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IFC, Al Kuraimi to Support Critical Imports in Yemen, Expand Access to Finance for MSMEs


Cairo, Egypt, March 16, 2021— IFC, a member of the World Bank Group, today signed an agreement to provide a trade facility to Yemen's Alkuraimi Islamic Bank to support trade flows of critical goods  to the country and boost access to finance for businesses.

IFC's support comes at a critical time for Yemen, which is facing one of the world's worst humanitarian crises. The COVID-19 pandemic has further aggravated the situation, disrupting global supply chains and production, and dampening business activity.

The trade finance guarantee facility is part of IFC's Global Trade Finance Program (GTFP), which extends and complements the capacity of banks to deliver trade financing by providing risk mitigation in new or challenging markets where trade lines may be constrained.

"We aim to have financial and banking services to be accessible to everyone in Yemen to help raise living standards and reduce poverty," said Youssef Alkuraimi from Alkuraimi Islamic Bank. "IFC's trade facility will help us further deepen our efforts to support Yemeni businesses and develop our trade financing operations."

IFC also provided advisory services to the bank to support its activities in trade finance.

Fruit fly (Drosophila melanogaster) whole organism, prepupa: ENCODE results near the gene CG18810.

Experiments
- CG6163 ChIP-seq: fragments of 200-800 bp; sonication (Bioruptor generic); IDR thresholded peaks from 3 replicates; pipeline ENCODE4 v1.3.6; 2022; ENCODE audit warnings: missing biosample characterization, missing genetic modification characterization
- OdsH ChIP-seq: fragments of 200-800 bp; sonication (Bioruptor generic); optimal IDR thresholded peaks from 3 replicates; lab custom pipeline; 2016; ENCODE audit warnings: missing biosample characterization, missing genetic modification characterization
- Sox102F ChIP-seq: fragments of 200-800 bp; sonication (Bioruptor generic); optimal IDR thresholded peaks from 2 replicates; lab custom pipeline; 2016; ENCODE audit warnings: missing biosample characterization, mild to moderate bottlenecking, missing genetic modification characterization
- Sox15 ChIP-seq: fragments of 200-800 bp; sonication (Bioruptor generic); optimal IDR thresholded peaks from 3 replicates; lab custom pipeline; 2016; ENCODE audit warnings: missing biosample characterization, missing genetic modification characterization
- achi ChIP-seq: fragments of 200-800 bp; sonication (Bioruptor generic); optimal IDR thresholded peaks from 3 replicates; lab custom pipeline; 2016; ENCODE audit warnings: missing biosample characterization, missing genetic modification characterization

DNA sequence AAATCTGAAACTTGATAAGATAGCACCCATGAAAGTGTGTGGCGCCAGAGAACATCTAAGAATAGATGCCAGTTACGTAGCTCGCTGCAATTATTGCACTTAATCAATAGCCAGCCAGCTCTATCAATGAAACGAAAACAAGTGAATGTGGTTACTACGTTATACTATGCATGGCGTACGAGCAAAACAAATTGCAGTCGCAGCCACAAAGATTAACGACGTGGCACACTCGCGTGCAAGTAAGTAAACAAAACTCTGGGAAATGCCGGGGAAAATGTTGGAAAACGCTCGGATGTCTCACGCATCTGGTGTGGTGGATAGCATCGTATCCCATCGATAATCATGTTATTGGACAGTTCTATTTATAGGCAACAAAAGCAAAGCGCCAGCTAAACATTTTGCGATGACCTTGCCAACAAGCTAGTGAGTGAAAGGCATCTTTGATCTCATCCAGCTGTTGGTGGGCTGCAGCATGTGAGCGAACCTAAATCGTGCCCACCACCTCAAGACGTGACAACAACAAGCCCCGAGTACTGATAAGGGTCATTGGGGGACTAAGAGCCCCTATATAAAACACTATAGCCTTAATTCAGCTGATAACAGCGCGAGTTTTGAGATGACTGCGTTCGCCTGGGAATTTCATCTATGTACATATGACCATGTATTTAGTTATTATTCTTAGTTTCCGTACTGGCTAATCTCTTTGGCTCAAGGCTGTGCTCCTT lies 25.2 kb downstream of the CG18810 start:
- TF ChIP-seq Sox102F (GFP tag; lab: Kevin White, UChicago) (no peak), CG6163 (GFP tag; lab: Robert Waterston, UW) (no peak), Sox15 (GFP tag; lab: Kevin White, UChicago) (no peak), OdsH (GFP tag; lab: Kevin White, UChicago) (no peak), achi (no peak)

"This new project with our long-term partner is an important step in our broader efforts to support Yemen's private sector during this difficult time," said Walid Labadi, IFC's country manager for Yemen, Libya, and Egypt. "The facility announced today will help expand access to finance, and increase imports of vital commodities to help alleviate poverty and stimulate economic growth in the country."

Under its GTFP, IFC has to date issued guarantees covering over 70,000 transactions globally for more than $73 billion.

About IFC

IFC—a member of the World Bank Group—is the largest global development institution focused on the private sector in emerging markets. We work in more than 100 countries, using our capital, expertise, and influence to create markets and opportunities in developing countries. In fiscal year 2020, we invested $22 billion in private companies and financial institutions in developing countries, leveraging the power of the private sector to end extreme poverty and boost shared prosperity. For more information, visit

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